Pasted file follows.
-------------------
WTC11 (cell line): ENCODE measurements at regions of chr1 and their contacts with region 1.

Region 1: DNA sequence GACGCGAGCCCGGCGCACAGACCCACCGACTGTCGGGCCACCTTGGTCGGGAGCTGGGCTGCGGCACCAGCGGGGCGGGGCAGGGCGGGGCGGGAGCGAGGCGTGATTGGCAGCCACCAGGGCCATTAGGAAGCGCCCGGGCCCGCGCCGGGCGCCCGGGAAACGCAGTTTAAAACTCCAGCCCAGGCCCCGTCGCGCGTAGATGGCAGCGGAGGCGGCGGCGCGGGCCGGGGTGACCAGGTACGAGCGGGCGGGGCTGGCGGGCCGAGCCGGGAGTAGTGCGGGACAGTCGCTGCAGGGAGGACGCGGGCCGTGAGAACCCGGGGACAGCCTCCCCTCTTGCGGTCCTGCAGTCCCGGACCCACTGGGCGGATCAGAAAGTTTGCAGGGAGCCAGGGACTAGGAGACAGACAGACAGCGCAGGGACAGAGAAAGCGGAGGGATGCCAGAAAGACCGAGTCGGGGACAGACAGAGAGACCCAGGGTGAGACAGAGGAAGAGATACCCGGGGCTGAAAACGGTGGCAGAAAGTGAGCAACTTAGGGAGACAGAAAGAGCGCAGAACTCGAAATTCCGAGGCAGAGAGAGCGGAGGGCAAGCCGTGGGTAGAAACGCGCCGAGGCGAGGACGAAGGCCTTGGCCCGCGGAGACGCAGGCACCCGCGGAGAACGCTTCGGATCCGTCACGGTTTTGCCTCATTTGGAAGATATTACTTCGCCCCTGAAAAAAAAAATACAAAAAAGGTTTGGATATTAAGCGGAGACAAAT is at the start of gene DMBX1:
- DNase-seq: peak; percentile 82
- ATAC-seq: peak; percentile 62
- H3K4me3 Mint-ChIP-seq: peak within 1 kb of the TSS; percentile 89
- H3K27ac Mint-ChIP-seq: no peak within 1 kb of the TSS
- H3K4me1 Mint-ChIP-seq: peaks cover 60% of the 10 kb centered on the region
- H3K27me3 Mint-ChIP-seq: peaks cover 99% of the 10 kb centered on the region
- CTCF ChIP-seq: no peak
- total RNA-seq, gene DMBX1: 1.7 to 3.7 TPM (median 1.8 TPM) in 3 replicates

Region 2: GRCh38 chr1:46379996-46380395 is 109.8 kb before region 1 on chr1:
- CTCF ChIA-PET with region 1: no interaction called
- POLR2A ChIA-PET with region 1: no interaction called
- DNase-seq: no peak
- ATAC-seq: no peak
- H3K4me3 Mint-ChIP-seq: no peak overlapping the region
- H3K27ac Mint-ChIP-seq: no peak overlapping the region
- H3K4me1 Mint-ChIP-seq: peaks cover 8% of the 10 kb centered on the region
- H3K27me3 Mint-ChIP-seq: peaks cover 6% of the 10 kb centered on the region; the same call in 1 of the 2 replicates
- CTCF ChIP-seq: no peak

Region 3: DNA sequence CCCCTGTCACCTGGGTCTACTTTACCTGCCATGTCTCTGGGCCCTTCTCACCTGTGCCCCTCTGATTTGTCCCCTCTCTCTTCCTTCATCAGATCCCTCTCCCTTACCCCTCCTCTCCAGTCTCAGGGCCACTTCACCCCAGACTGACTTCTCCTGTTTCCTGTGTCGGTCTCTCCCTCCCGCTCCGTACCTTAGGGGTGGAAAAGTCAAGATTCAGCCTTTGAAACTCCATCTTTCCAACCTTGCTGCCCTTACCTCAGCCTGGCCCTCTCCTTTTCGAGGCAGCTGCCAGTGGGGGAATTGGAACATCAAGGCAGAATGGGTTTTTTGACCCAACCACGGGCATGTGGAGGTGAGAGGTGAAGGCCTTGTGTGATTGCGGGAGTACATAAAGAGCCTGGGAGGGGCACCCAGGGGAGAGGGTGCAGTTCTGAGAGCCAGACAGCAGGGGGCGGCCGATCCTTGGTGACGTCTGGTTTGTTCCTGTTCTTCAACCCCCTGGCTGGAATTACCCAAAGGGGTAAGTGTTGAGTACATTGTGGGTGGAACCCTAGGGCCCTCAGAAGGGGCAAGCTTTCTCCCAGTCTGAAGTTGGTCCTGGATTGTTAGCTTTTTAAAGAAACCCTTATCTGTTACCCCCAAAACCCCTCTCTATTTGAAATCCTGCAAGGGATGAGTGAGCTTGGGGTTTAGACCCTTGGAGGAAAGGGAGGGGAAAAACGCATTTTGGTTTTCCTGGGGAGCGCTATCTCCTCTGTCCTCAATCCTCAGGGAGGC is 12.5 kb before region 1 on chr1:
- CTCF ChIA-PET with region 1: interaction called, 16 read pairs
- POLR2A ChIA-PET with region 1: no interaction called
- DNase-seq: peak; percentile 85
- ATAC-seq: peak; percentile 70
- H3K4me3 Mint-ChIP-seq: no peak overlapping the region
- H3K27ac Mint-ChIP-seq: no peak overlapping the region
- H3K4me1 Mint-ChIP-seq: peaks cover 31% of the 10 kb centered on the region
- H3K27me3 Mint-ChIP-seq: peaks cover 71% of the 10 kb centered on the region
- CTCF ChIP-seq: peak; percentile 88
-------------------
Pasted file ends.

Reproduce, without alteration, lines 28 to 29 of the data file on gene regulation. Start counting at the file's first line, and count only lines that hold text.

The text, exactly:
- H3K4me1 Mint-ChIP-seq: peaks cover 31% of the 10 kb centered on the region
- H3K27me3 Mint-ChIP-seq: peaks cover 71% of the 10 kb centered on the region